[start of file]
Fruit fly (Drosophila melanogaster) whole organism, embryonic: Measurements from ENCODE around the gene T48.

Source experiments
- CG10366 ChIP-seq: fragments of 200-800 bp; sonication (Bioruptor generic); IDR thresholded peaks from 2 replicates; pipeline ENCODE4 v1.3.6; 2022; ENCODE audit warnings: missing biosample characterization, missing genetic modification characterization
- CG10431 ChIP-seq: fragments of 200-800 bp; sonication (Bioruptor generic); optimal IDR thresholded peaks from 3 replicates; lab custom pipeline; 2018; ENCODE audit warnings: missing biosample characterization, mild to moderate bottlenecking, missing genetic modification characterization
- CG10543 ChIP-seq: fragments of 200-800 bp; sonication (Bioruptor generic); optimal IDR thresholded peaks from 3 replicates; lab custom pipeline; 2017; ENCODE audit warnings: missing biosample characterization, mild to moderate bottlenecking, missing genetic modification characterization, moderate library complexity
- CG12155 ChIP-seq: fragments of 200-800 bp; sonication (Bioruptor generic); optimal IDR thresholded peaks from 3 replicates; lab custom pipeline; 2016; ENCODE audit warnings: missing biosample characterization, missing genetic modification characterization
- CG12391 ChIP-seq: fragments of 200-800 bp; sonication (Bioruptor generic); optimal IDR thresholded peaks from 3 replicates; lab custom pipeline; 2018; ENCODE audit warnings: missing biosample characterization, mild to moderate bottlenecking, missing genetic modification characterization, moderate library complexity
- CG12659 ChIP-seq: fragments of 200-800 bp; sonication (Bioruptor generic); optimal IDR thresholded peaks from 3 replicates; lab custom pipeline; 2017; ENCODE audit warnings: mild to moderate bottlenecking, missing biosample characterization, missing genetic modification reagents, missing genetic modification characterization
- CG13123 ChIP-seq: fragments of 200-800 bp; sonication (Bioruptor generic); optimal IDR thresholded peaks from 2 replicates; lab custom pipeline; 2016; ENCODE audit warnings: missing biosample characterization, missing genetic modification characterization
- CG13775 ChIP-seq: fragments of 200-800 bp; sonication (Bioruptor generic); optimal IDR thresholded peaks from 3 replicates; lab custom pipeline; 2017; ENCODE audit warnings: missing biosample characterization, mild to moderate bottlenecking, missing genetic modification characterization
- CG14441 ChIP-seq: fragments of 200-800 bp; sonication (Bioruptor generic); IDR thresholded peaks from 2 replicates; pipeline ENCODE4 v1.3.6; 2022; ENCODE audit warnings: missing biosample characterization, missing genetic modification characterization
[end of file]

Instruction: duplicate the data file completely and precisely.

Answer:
Fruit fly (Drosophila melanogaster) whole organism, embryonic: Measurements from ENCODE around the gene T48.

Source experiments
- CG10366 ChIP-seq: fragments of 200-800 bp; sonication (Bioruptor generic); IDR thresholded peaks from 2 replicates; pipeline ENCODE4 v1.3.6; 2022; ENCODE audit warnings: missing biosample characterization, missing genetic modification characterization
- CG10431 ChIP-seq: fragments of 200-800 bp; sonication (Bioruptor generic); optimal IDR thresholded peaks from 3 replicates; lab custom pipeline; 2018; ENCODE audit warnings: missing biosample characterization, mild to moderate bottlenecking, missing genetic modification characterization
- CG10543 ChIP-seq: fragments of 200-800 bp; sonication (Bioruptor generic); optimal IDR thresholded peaks from 3 replicates; lab custom pipeline; 2017; ENCODE audit warnings: missing biosample characterization, mild to moderate bottlenecking, missing genetic modification characterization, moderate library complexity
- CG12155 ChIP-seq: fragments of 200-800 bp; sonication (Bioruptor generic); optimal IDR thresholded peaks from 3 replicates; lab custom pipeline; 2016; ENCODE audit warnings: missing biosample characterization, missing genetic modification characterization
- CG12391 ChIP-seq: fragments of 200-800 bp; sonication (Bioruptor generic); optimal IDR thresholded peaks from 3 replicates; lab custom pipeline; 2018; ENCODE audit warnings: missing biosample characterization, mild to moderate bottlenecking, missing genetic modification characterization, moderate library complexity
- CG12659 ChIP-seq: fragments of 200-800 bp; sonication (Bioruptor generic); optimal IDR thresholded peaks from 3 replicates; lab custom pipeline; 2017; ENCODE audit warnings: mild to moderate bottlenecking, missing biosample characterization, missing genetic modification reagents, missing genetic modification characterization
- CG13123 ChIP-seq: fragments of 200-800 bp; sonication (Bioruptor generic); optimal IDR thresholded peaks from 2 replicates; lab custom pipeline; 2016; ENCODE audit warnings: missing biosample characterization, missing genetic modification characterization
- CG13775 ChIP-seq: fragments of 200-800 bp; sonication (Bioruptor generic); optimal IDR thresholded peaks from 3 replicates; lab custom pipeline; 2017; ENCODE audit warnings: missing biosample characterization, mild to moderate bottlenecking, missing genetic modification characterization
- CG14441 ChIP-seq: fragments of 200-800 bp; sonication (Bioruptor generic); IDR thresholded peaks from 2 replicates; pipeline ENCODE4 v1.3.6; 2022; ENCODE audit warnings: missing biosample characterization, missing genetic modification characterization